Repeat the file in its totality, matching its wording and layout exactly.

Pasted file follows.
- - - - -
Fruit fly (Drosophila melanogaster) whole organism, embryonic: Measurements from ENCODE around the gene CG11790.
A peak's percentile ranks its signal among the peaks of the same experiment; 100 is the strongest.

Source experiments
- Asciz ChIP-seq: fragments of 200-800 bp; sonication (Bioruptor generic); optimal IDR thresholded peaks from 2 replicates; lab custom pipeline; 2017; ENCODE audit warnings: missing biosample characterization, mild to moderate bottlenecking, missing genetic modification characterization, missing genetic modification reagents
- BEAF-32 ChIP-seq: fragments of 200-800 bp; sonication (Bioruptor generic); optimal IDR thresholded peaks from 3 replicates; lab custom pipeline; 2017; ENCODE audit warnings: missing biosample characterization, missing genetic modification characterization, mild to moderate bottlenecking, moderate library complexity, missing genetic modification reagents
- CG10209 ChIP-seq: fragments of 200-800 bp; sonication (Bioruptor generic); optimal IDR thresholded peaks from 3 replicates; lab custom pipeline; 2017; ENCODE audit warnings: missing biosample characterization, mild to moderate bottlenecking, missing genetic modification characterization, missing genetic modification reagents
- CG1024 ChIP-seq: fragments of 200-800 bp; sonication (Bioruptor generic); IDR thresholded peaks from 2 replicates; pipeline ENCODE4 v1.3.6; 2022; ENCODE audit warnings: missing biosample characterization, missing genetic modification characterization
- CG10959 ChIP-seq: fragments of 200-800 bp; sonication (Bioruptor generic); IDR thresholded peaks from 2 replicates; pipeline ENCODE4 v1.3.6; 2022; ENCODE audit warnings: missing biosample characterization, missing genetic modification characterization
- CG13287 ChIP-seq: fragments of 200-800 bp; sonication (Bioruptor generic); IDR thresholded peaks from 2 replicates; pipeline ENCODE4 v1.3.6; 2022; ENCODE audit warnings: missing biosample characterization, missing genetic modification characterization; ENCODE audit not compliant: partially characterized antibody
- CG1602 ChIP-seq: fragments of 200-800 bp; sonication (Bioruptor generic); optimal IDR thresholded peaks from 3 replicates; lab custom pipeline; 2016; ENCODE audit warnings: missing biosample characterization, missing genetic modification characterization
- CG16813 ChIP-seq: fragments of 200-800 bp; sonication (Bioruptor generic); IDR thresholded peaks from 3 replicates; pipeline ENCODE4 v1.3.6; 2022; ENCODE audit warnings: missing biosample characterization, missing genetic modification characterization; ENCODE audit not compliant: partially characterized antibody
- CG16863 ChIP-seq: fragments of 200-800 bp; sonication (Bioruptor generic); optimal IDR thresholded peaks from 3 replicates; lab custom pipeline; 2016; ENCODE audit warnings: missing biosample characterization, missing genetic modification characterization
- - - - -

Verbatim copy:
Fruit fly (Drosophila melanogaster) whole organism, embryonic: Measurements from ENCODE around the gene CG11790.
A peak's percentile ranks its signal among the peaks of the same experiment; 100 is the strongest.

Source experiments
- Asciz ChIP-seq: fragments of 200-800 bp; sonication (Bioruptor generic); optimal IDR thresholded peaks from 2 replicates; lab custom pipeline; 2017; ENCODE audit warnings: missing biosample characterization, mild to moderate bottlenecking, missing genetic modification characterization, missing genetic modification reagents
- BEAF-32 ChIP-seq: fragments of 200-800 bp; sonication (Bioruptor generic); optimal IDR thresholded peaks from 3 replicates; lab custom pipeline; 2017; ENCODE audit warnings: missing biosample characterization, missing genetic modification characterization, mild to moderate bottlenecking, moderate library complexity, missing genetic modification reagents
- CG10209 ChIP-seq: fragments of 200-800 bp; sonication (Bioruptor generic); optimal IDR thresholded peaks from 3 replicates; lab custom pipeline; 2017; ENCODE audit warnings: missing biosample characterization, mild to moderate bottlenecking, missing genetic modification characterization, missing genetic modification reagents
- CG1024 ChIP-seq: fragments of 200-800 bp; sonication (Bioruptor generic); IDR thresholded peaks from 2 replicates; pipeline ENCODE4 v1.3.6; 2022; ENCODE audit warnings: missing biosample characterization, missing genetic modification characterization
- CG10959 ChIP-seq: fragments of 200-800 bp; sonication (Bioruptor generic); IDR thresholded peaks from 2 replicates; pipeline ENCODE4 v1.3.6; 2022; ENCODE audit warnings: missing biosample characterization, missing genetic modification characterization
- CG13287 ChIP-seq: fragments of 200-800 bp; sonication (Bioruptor generic); IDR thresholded peaks from 2 replicates; pipeline ENCODE4 v1.3.6; 2022; ENCODE audit warnings: missing biosample characterization, missing genetic modification characterization; ENCODE audit not compliant: partially characterized antibody
- CG1602 ChIP-seq: fragments of 200-800 bp; sonication (Bioruptor generic); optimal IDR thresholded peaks from 3 replicates; lab custom pipeline; 2016; ENCODE audit warnings: missing biosample characterization, missing genetic modification characterization
- CG16813 ChIP-seq: fragments of 200-800 bp; sonication (Bioruptor generic); IDR thresholded peaks from 3 replicates; pipeline ENCODE4 v1.3.6; 2022; ENCODE audit warnings: missing biosample characterization, missing genetic modification characterization; ENCODE audit not compliant: partially characterized antibody
- CG16863 ChIP-seq: fragments of 200-800 bp; sonication (Bioruptor generic); optimal IDR thresholded peaks from 3 replicates; lab custom pipeline; 2016; ENCODE audit warnings: missing biosample characterization, missing genetic modification characterization